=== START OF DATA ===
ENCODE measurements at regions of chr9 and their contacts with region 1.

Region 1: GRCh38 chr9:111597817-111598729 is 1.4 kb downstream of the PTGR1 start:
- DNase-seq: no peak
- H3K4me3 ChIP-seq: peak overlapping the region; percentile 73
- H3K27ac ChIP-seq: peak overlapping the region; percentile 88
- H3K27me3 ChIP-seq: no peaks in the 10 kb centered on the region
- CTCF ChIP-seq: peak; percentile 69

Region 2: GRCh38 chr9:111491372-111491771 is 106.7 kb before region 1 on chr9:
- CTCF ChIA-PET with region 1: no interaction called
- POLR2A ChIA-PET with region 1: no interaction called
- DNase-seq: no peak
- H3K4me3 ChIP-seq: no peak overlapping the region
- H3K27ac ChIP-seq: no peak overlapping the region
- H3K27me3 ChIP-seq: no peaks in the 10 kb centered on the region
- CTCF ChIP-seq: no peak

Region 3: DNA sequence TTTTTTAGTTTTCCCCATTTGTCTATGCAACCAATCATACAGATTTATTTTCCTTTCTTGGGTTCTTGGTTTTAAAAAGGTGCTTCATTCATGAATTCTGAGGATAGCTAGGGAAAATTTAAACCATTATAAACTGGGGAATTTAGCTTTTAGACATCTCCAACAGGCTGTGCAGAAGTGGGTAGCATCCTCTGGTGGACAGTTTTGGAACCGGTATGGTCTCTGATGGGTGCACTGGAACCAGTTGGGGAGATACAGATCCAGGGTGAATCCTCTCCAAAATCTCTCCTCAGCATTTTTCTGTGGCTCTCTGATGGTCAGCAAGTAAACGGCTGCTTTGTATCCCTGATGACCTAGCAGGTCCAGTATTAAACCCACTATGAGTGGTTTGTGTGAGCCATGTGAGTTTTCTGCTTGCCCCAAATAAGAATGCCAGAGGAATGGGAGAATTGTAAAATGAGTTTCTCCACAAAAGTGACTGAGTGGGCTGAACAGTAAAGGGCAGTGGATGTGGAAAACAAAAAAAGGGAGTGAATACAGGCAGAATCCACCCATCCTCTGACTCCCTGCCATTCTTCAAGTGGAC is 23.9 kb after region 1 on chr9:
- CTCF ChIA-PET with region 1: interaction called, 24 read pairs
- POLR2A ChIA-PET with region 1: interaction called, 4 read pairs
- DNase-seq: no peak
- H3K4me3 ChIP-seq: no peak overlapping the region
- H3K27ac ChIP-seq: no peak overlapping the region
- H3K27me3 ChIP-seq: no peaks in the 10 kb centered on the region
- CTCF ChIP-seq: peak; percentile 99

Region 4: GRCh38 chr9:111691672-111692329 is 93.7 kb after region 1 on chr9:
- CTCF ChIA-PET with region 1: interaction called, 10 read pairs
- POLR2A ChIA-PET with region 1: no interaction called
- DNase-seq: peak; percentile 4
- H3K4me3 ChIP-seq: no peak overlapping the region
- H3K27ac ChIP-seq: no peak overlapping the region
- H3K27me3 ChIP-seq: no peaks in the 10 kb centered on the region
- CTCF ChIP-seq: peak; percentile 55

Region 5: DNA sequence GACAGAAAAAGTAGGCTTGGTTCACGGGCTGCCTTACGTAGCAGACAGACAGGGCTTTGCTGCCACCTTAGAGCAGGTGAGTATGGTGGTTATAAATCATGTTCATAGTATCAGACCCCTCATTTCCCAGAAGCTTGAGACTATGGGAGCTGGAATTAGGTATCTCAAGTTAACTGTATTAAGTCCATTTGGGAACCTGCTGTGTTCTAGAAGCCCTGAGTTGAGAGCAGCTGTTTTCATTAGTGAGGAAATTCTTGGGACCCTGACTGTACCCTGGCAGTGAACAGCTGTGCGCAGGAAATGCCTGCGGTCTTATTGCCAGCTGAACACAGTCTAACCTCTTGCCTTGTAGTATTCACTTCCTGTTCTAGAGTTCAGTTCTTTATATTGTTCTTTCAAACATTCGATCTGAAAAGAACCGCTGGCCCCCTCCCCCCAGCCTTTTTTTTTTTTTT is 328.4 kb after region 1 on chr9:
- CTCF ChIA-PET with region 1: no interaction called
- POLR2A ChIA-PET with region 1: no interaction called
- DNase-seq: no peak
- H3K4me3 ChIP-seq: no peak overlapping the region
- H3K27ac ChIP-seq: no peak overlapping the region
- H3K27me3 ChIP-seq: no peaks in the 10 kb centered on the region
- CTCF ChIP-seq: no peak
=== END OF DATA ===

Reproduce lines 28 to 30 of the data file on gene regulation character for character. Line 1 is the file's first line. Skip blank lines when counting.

- H3K4me3 ChIP-seq: no peak overlapping the region
- H3K27ac ChIP-seq: no peak overlapping the region
- H3K27me3 ChIP-seq: no peaks in the 10 kb centered on the region